Rich in Vitamin C, sulphuric compounds, flavonoids, and other phytochemicals, an onion a day may help keep the doctor away. Its sulphur-containing compounds are responsible for its pungent odour.
Onions are healthy whether they’re raw or cooked, though raw onions have higher levels of organic sulphur compounds that provide many benefits.
In fact, the World Health Organisation (WHO) supports
the use of onions for the treatment of poor appetite and to prevent atherosclerosis. It also recognises onion extract providing relief in the treatment of coughs and colds, asthma and bronchitis.
Early American settlers used wild onions to treat colds, coughs, and asthma, and to repel insects. In Chinese medicine, onions have been used to treat angina, coughs, bacterial infections, and breathing problems.
Some health benefits of onions are as given below:
Heart health
Onions encourage a healthy heart in many ways, including lowering blood pressure and lowering heart attack risk. A study in 2007 indicated that Quercetin, the compound most commonly associated with onions, may reduce blood pressure by an average of five millimetres of mercury.
The study, published in the Journal of Nutrition found a daily 730 milligram supplement of Quercetin led to significant reductions in the blood pressure of 22 people with high blood pressure (hypertension).
Moreover, researchers suggested in a 2002 study in the journal, Thrombosis Research, that it is a natural blood thinner that can prevent blood platelets from aggregating. When platelets cluster, the risk for heart attack or stroke increases.
Cancer
High intake of garlic and onions was associated with significantly reduced risks of a wide-range of cancers. A large epidemiological study that involved almost 10,000 people with different types of cancers from Italy showed an inverse association between the frequency of use of allium vegetables like onion and the risk of several common cancers. This 2006 study was published in the American Journal of Clinical Nutrition.
Also, the European Prospective Investigation into Cancer and Nutrition (EPIC), which followed 521,457 subjects in 10 European countries, reported that an increase in the intake of onions by 10 grams per day was associated with a 30 per cent reduction in the risk of intestinal gastric cancer.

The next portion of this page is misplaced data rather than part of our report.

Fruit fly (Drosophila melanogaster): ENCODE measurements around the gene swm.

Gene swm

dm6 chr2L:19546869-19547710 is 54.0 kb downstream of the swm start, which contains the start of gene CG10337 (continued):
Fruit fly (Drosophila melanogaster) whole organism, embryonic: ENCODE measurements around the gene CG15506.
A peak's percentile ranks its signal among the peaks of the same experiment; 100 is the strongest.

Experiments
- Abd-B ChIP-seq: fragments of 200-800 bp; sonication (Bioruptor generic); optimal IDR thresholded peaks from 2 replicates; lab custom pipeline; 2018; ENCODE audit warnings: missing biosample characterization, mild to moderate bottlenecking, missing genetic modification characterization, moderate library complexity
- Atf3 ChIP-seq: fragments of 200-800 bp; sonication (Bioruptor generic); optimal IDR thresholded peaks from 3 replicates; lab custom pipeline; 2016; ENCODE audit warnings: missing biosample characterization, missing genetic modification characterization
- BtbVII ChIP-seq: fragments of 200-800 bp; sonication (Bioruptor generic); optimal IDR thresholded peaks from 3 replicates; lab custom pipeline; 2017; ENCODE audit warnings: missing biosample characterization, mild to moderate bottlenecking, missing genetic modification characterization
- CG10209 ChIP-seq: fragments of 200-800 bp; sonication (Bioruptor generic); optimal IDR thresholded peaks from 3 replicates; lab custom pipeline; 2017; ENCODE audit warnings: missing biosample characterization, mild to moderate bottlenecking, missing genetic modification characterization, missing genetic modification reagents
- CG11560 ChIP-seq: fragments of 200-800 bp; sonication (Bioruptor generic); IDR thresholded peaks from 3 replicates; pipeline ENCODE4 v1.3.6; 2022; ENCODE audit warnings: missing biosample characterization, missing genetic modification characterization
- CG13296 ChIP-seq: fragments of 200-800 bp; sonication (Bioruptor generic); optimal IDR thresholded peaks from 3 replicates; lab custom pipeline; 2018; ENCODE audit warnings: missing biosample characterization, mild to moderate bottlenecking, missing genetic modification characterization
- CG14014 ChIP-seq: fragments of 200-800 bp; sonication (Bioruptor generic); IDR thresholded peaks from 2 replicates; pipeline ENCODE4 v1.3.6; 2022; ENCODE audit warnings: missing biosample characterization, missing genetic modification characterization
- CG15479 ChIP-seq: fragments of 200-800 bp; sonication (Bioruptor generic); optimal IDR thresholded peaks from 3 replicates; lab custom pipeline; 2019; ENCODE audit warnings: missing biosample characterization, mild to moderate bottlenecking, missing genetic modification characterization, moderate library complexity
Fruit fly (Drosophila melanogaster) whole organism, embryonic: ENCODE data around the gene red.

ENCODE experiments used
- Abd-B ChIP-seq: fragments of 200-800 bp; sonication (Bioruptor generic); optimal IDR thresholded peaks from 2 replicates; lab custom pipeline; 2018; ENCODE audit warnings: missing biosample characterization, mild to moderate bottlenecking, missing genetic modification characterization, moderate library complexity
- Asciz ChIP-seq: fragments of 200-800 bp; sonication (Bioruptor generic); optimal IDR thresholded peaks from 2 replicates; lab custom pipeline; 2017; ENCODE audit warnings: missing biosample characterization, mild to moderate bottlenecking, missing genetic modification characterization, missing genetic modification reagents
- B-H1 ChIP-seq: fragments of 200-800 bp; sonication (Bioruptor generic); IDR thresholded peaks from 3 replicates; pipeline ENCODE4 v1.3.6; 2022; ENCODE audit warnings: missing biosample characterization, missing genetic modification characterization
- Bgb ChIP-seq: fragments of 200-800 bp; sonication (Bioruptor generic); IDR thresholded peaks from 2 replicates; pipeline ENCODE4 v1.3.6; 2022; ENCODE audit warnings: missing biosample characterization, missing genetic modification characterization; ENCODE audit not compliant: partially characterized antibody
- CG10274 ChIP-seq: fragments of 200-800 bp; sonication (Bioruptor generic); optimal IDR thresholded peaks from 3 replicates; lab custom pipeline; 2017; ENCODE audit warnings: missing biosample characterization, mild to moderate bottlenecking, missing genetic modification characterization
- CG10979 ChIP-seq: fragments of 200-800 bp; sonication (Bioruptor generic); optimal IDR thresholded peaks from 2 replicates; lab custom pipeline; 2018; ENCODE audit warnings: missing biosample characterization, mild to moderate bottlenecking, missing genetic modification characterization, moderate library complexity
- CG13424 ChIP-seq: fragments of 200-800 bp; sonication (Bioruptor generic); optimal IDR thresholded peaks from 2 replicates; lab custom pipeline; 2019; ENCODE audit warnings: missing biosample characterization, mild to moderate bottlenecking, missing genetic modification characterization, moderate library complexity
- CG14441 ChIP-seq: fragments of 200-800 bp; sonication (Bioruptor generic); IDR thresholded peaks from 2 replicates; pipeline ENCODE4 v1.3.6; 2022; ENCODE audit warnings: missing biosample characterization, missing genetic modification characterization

In another study, increased intakes of onions, researchers report in the British Journal of Nutrition, may reduce the risk of developing cancer of the colon by 50 per cent.
Lowering cholesterol
Consumption of garlic and onions may reduce the incidence of cholesterol gallstone formation by as much as 40 per cent. Consumption of a cholesterol-rich diet led to the formation of cholesterol gallstones (CGS), but supplementation of this diet with onion reduced the incidence of the gallstones, according to findings published online in the British Journal of Nutrition.
Protect against osteoarthritis
Human studies have shown that onion can help increase our bone density and may be of special benefit to women of menopausal age who are experiencing loss of bone density due to osteoarthritis.
A research from King’s College London, published in the BMC Musculoskeletal Disorders, suggested a potential for using specific beneficial compounds found in onion to develop treatments for the condition.
Osteoarthritis is the most common disabling joint condition affecting elderly adults, and has a significant impact on adults of working age. The cause, however, remains unclear.
Digestion
The fibre in onions promotes good digestion and promotes good bacteria growth in the intestines. A 2005 study in Clinical Gastroenterology and Hepatology found that oligofructose a special type of soluble fibre, which promotes good bacteria growth in your intestines, may help prevent and treat types of diarrhoea.
Boost sexual performance
Fresh onion juice has aphrodisiac activity and may enhance male sexual libido and performance. Researchers at Jordan University of Science and Technology were searching for a natural way to help men with impotence problems to have sex. When they discovered that fresh onion juice increases testosterone concentrations in the blood, suggesting that onion may even help against impotence. Testosterone is the male sex hormone responsible for enhancing sexual libido and potency.
According to the researchers in the 2014 edition of the journal, Experimental Biology and Medicine, “The present study supports the hypothesis that Allium cepa has aphrodisiac activity and may enhance male sexual libido and performance”
Boost immunity against flu
Onions may boost the immune system and protect against flu. Researchers from the University of South Carolina and Clemson University report that stressful exercise increased the mice’s susceptibility to flu, but quercetin present in onion was found to negate these effects.